Panelists at Musexpo Talk of Music-Branding's 'Coming of Age'
If You Need Proof, Watch the Evening News
"You know that there's a serious business here when it's become a regular topic in the news," stated yours truly last week at the LA MUSEXPO.
Photo: John Gannon
The MUSEXPO bands and global consumer brands session: (From l.) Chris Dorne (VP, production/director, Connectivetissue/Mediavest, USA), Steven Stewart (senior manager, Nokia Music Solutions), Gary Arnold (senior-VP entertainment, Best Buy), Jim O'Mahoney (co-founder, Filament), Dan Diamond (VP, National Cinemedia), Mike Tunnicliffe (president, Tuna Music), Marianne Goode (VP music, Lifetime TV/Lifetime Entertainment) and James P. Dunne (president, Inspire Entertainment)."You know that there's a serious business here when it's become a regular topic in the news," stated yours truly at a packed bands and global consumer brands session at the Musexpo music conference in L.A. last week.
Other panelists concurred, including the former CEO of Saatchi international, Jim O'Mahoney; Best Buy's senior entertainment officer, Gary Arnold; and Nokia's head of music, Steven Stewart. All agreed that the business has finally come of age, and if one needs further proof, he or she merely needs to turn on the nightly news. Consumer-brand tie-ins with artists continue to make high-profile media stories, most recently Groove Armada's recent deal with Bacaradi, which made a splash across the news in the UK.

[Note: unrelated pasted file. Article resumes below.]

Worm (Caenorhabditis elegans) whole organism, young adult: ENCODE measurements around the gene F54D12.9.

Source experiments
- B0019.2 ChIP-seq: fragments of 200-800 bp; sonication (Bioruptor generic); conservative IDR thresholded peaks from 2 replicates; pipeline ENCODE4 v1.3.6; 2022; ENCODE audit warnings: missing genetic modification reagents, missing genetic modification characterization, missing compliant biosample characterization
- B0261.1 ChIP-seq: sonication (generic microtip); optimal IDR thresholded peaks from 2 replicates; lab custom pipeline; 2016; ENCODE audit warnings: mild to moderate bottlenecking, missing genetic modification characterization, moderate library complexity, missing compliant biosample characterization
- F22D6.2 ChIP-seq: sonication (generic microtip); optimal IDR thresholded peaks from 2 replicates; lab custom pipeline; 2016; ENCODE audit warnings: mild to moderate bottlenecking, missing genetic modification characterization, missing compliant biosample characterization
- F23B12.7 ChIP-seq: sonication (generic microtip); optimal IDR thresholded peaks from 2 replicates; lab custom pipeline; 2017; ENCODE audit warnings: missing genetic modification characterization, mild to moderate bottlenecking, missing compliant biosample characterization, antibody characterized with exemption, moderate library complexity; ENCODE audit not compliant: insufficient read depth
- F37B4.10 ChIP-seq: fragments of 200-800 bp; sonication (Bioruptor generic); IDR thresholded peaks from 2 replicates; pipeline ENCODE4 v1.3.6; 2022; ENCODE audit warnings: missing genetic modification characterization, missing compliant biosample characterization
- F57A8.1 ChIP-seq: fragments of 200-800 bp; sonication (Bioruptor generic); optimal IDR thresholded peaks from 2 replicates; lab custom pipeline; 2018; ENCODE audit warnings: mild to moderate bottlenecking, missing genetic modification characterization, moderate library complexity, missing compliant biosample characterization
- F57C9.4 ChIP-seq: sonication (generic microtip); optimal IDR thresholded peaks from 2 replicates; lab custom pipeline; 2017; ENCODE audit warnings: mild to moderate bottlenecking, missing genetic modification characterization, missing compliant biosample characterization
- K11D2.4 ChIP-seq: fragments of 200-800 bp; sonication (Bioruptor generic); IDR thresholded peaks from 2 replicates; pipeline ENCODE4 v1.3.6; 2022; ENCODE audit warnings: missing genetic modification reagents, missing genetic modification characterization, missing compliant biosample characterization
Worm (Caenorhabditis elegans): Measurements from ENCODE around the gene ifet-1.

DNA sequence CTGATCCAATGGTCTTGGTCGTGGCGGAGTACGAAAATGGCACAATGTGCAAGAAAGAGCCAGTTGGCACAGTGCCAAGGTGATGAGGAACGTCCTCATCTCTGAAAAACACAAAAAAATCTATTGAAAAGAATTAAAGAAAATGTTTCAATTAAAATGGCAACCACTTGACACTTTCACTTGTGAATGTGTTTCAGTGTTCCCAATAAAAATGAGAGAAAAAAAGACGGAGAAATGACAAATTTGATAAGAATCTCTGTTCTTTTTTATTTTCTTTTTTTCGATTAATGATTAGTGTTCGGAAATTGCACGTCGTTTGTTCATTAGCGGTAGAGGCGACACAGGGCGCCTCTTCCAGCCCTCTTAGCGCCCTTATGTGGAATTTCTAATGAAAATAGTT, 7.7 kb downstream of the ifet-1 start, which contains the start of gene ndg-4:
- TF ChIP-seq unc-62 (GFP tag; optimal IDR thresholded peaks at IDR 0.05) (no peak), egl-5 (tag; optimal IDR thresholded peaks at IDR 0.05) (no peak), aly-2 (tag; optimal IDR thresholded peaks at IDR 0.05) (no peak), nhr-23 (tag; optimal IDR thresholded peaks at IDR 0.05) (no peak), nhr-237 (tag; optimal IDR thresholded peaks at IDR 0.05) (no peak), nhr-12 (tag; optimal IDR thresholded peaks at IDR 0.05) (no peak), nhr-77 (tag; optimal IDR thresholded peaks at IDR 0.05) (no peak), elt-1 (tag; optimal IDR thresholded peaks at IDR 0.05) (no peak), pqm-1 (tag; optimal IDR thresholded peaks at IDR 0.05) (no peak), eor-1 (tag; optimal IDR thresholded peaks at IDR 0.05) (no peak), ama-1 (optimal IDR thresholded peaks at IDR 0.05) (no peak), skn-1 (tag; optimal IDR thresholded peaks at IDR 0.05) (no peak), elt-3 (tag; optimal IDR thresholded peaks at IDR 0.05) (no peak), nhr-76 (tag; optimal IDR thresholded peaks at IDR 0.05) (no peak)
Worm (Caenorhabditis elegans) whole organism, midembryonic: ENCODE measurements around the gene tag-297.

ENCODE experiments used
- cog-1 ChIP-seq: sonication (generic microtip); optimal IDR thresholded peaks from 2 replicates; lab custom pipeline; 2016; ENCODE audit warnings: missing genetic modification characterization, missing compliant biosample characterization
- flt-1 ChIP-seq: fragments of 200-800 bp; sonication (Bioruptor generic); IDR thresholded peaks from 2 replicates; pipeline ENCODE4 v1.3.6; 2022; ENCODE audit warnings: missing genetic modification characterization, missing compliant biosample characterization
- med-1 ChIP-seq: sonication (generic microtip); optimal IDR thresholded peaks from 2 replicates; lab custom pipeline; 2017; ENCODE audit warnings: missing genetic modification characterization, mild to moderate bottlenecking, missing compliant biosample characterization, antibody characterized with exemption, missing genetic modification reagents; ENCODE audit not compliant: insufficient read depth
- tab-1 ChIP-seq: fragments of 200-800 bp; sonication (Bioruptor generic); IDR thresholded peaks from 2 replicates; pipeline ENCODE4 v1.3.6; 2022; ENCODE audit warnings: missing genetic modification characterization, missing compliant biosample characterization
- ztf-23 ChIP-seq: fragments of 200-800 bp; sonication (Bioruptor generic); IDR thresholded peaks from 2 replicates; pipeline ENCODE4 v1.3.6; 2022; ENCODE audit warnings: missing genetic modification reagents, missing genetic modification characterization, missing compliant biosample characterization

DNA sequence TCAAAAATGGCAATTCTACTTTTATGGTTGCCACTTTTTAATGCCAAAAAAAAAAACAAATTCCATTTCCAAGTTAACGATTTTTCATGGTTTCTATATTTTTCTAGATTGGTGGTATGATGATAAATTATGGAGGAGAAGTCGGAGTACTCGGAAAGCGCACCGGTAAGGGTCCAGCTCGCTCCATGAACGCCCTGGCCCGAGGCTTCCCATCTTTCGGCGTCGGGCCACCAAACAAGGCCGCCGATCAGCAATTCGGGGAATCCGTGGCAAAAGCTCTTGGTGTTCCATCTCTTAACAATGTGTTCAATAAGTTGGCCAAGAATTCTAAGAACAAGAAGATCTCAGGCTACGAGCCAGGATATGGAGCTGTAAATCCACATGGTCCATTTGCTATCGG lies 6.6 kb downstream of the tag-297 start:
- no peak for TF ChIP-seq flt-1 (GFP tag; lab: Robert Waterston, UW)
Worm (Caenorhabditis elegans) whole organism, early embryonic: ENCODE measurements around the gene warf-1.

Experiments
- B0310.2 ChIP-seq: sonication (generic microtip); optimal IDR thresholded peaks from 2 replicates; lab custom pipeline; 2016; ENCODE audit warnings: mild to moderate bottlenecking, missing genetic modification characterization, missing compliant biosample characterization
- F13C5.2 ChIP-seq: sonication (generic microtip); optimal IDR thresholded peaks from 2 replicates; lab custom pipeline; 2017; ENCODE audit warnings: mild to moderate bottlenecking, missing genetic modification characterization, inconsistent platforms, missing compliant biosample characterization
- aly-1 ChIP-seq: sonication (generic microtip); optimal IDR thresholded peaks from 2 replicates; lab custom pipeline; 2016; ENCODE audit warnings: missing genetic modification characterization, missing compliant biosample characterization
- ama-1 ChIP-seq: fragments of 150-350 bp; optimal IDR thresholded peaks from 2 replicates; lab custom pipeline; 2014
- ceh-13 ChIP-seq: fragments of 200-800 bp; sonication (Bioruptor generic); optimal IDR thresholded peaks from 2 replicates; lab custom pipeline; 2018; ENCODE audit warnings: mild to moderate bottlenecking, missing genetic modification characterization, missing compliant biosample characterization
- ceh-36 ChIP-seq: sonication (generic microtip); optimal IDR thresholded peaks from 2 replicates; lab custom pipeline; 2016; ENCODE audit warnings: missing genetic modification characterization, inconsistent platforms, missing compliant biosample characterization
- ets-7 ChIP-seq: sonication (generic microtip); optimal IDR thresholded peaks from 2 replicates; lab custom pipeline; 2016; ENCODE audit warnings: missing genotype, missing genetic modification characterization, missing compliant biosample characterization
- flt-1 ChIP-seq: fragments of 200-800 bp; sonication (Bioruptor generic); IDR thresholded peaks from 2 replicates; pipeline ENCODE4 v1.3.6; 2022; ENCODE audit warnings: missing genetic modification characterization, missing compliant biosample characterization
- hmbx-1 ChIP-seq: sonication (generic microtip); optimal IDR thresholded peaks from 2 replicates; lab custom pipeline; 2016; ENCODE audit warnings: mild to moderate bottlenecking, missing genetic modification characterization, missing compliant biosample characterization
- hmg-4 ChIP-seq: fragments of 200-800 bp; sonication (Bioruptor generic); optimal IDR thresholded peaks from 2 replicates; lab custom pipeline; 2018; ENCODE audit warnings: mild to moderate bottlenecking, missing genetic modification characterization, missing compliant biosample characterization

O'Mahoney, who is leaving Saatchi to set up a business in the brand-music space, said, "There's no getting away from it. We are at the dawn of a new era, and its staring us right in the face."
This echoed a similar theme from the keynote panel, which featured luminaries such as promoter Harvey Goldsmith and managers of acts like Avril Lavigne, Missy Elliot and Kiss, who all commented on the growing importance of brand partnerships for the artists and events that they managed. While welcoming brands' involvement, the panelists were somewhat scathing about the traditional record labels' ability to "get with the program" and act in a collaborative manner.
This sentiment was summed up by a rather forthright comment from Goldsmith, who suggested that artists may soon opt to go it alone with support from brands instead of labels. "Why are the record labels today still so fucking difficult and slow?" he told the panel audience. "The opportunity is to get with the program, otherwise the artists will just take advantage of what is fast becoming payback time."